by Dennis Dalman
Just as the use of methamphetamines began to decline in central Minnesota, the use of another highly dangerous drug, heroin, began to increase.
In just the past 18 months, there have been 20 heroin overdoses in the greater St. Cloud area, and seven of those were fatal, according to Dan Miller of the Sartell Police Department, an investigator for the Central Minnesota Violent Offenders Task Force. Miller said none of those deaths occurred in Sartell, although heroin usage can happen virtually anywhere.
In Minnesota, heroin use from 2010 to 2011 increased by a staggering 1,500 percent, and arrests for selling and/or using heroin were up by 95 percent, involving about 200 offenders, Miller noted.
It’s a stunning change from three or four years ago, when drug investigators didn’t hear the word “heroin” brought up very often in the course of their work.
Most heroin users are in the 18-30 age group, Miller said, although they can range from younger than that to senior citizens. The drug contributes to the alarming statistic that drug overdoses are now the leading cause of death among people ages 35-59, topping car accidents as the leading cause of death in that age group, Miller noted.
What’s most worrisome is that addictions and overdoses are caused, increasingly, by heroin that is unusually “pure,” said Miller. The “purer” the drug, the more dangerous it is.
What is it?
Heroin is a pain-killing opiate derived from morphine, a substance which is produced by the opium poppy, cultivated in some areas of the world, most prominently Afghanistan where 90 percent of the world’s supply now originates. In street lingo, it’s often known as smack, skag or horse. It’s sold as a black-tar gummy blob or in powder that is white, tan or gray. Heroin can be injected intravenously, subcutaneously, into a muscle or snorted up the nose. It can also be taken as a suppository. Once inside the body, the heroin converts into morphine.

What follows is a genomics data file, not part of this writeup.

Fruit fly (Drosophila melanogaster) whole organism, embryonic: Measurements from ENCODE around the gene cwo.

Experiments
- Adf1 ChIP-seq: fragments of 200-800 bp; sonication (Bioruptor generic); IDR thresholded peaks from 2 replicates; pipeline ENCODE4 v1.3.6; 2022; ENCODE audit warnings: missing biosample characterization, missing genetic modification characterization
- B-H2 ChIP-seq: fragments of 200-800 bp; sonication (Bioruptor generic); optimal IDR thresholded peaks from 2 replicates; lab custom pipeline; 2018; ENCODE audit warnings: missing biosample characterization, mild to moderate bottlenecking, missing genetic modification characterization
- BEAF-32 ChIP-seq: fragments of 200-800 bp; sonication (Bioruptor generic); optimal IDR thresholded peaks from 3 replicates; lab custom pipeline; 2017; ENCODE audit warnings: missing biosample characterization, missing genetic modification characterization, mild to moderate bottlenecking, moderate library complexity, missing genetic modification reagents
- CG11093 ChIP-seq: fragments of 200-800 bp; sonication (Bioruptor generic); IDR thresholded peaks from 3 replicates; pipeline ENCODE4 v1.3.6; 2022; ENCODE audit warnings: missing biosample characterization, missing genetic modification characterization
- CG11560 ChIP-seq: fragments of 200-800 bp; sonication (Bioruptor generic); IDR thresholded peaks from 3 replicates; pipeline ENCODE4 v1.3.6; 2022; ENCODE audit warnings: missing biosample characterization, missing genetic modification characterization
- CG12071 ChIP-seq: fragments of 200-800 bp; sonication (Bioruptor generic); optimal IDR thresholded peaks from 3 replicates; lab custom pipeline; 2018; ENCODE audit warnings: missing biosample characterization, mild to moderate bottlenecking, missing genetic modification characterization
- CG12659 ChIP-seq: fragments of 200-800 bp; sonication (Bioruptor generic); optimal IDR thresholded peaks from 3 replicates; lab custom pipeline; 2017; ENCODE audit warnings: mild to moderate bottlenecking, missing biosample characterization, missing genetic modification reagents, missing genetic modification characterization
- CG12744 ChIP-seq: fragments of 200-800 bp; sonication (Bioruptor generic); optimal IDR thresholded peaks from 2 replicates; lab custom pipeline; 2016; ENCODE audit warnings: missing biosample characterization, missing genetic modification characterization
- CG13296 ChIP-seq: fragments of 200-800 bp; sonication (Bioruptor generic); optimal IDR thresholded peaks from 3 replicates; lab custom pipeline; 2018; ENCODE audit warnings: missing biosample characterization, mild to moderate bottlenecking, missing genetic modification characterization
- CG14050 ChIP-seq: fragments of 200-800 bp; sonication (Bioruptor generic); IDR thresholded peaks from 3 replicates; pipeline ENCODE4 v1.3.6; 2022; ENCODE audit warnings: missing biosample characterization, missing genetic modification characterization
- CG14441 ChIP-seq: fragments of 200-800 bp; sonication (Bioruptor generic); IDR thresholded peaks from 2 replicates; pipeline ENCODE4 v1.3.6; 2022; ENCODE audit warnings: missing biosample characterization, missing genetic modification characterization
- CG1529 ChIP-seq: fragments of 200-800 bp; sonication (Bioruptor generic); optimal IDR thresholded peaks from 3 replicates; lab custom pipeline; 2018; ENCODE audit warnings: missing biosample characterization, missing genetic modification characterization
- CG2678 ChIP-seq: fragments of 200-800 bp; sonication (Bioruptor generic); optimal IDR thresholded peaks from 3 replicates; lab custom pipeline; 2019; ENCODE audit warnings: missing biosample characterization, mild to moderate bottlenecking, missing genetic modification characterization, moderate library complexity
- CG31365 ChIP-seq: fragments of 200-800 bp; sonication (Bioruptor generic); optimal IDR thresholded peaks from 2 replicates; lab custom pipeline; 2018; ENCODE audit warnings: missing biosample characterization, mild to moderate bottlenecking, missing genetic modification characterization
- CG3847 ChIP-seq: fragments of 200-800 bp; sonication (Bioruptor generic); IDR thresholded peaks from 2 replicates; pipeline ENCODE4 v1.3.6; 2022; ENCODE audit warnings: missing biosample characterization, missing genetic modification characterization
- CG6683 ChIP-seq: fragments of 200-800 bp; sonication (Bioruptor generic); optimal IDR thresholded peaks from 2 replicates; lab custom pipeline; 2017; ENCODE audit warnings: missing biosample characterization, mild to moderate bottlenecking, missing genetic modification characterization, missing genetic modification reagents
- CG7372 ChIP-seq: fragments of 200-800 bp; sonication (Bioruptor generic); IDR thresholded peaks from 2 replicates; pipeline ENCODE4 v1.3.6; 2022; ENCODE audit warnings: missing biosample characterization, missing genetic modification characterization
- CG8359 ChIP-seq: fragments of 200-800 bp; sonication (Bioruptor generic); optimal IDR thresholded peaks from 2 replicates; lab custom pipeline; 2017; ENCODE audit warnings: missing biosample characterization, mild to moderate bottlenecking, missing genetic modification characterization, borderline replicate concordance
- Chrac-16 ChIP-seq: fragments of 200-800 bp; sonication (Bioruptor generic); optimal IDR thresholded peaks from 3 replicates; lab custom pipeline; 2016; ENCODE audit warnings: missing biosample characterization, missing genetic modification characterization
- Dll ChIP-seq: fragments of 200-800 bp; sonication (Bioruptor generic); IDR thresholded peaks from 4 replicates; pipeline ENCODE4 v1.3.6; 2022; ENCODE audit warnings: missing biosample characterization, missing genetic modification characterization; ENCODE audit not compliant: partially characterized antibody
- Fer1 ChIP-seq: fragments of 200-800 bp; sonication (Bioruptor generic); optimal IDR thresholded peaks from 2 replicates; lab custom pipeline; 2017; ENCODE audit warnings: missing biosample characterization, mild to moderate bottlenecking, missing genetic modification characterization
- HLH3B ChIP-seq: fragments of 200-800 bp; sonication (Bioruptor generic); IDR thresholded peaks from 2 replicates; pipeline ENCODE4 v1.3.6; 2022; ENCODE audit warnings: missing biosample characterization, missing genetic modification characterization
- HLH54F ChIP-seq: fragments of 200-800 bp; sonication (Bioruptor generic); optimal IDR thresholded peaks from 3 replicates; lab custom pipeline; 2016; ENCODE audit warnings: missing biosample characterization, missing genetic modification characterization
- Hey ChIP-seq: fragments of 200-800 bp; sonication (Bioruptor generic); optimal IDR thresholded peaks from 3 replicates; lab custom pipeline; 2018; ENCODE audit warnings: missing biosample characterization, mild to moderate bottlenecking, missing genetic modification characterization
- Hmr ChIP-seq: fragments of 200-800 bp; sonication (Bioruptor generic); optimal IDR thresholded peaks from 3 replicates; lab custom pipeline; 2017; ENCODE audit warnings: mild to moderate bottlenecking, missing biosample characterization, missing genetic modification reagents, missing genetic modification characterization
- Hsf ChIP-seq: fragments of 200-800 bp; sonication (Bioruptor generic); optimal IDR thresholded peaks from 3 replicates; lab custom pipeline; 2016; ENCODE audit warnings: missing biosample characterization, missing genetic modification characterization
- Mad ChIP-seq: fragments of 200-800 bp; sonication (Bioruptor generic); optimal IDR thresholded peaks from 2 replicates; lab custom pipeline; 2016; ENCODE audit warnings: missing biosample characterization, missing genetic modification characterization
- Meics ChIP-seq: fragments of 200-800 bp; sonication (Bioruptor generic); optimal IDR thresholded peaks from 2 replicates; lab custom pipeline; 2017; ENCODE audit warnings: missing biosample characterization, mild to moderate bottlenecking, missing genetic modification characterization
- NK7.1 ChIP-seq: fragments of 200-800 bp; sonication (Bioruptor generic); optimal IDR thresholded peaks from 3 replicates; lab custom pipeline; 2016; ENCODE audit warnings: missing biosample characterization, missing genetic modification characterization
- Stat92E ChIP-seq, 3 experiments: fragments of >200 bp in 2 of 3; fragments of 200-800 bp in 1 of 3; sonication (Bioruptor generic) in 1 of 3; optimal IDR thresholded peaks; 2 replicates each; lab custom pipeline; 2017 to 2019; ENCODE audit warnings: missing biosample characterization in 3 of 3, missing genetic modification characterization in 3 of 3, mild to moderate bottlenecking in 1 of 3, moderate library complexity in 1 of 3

Heroin and morphine do have legitimate medical uses, such as in the control of very severe pain. But for decades, its illegitimate uses have hooked and destroyed people throughout the world.
When users take heroin, they get a rush of extreme euphoria that lasts just a few seconds, which then subsides into a pleasant sedated, floating feeling for several hours. The drug is highly addictive, and some addicts, Miller said, often say they were hooked from the very first time they tried it. A heroin overdose results in the shutdown of the respiratory system, causing suffocation.
Opiate addiction is extremely insidious, Miller said, because people can become addicted in a roundabout way. Some people start by getting “high” on a prescription pill called oxycontin or other opiate-containing substances. Not long ago, oxycontin pills were coated with a time-released substance so the pill’s potency would be released gradually, over time, in the body. Drug users would crush the pills before ingesting them so more potency would be released at once, causing the euphoria feeling they craved. Pharmaceutical companies got wise to that illegal practice and began putting a time-released substance throughout the pill, frustrating pill abusers.
It didn’t take long for some opiate pill poppers to realize heroin, at only about $30 for one-tenth of a gram, could get them two or three very powerful “highs.” The addictive habit then begins.
Miller said many heroin users, often called “junkies,” use a phrase called “chasing the dragon.” That is because they are always in pursuit of the initial high (the “dragon”) they experienced the first time they tried the drug.
Stopping a heroin habit is extremely difficult. The addict goes through an excruciating period of withdrawal that usually requires some kind of hospitalization. Withdrawal, which can last for many days, includes fevers, chills, loss of appetite, terrible joint and body aches, severe diarrhea, convulsions and hallucinations.
Many fatal or near-fatal overdoses of heroin are caused by the user having no idea of how “pure” a batch of heroin happens to be.